A fortnight after the Grenfell Tower fire erupted, the tragedy continues to cast a shadow over British politics. Rather than probing Theresa May on the DUP deal, Jeremy Corbyn asked a series of forensic questions on the incident, in which at least 79 people are confirmed to have died.

In the first PMQs of the new parliament, May revealed that the number of buildings that had failed fire safety tests had risen to 120 (a 100 per cent failure rate) and that the cladding used on Grenfell Tower was "non-compliant" with building regulations (Corbyn had asked whether it was "legal").

After several factual questions, the Labour leader rose to his political argument. To cries of "shame on you!" from Tory MPs, he warned that local authority cuts of 40 per cent meant "we all pay a price in public safety". Corbyn added: “What the tragedy of Grenfell Tower has exposed is the disastrous effects of austerity. The disregard for working-class communities, the terrible consequences of deregulation and cutting corners." Corbyn noted that 11,000 firefighters had been cut and that the public sector pay cap (which Labour has tabled a Queen's Speech amendment against) was hindering recruitment. "This disaster must be a wake-up call," he concluded.

But May, who fared better than many expected, had a ready retort. "The cladding of tower blocks did not start under this government, it did not start under the previous coalition governments, the cladding of tower blocks began under the Blair government," she said. “In 2005 it was a Labour government that introduced the regulatory reform fire safety order which changed the requirements to inspect a building on fire safety from the local fire authority to a 'responsible person'." In this regard, however, Corbyn's lack of frontbench experience is a virtue – no action by the last Labour government can be pinned on him.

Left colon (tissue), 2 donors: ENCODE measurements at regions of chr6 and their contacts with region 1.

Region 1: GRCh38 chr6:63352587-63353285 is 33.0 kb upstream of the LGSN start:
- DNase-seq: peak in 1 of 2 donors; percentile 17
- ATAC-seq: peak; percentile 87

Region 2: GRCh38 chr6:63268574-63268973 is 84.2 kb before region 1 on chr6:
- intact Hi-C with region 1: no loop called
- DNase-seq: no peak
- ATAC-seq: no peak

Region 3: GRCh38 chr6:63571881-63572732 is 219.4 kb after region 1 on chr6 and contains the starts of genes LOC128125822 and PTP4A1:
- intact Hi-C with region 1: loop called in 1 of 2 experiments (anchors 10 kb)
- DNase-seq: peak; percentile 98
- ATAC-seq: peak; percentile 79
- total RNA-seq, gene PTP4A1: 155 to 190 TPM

Whether or not the Conservatives accept the link between Grenfell and austerity, their reluctance to defend continued cuts shows an awareness of how politically vulnerable they have become (No10 has announced that the public sector pay cap is under review).

Though Tory MP Philip Davies accused May of having an "aversion" to policies "that might be popular with the public" (he demanded the abolition of the 0.7 per cent foreign aid target), there was little dissent from the backbenches – reflecting the new consensus that the Prime Minister is safe (in the absence of an attractive alternative).

And May, whose jokes sometimes fall painfully flat, was able to accuse Corbyn of saying "one thing to the many and another thing to the few" in reference to his alleged Trident comments to Glastonbury festival founder Michael Eavis. But the Labour leader, no longer looking fearfully over his shoulder, displayed his increased authority today. Though the Conservatives may jeer him, the lingering fear in Tory minds is that they and the country are on divergent paths. 

George Eaton is political editor of the New Statesman.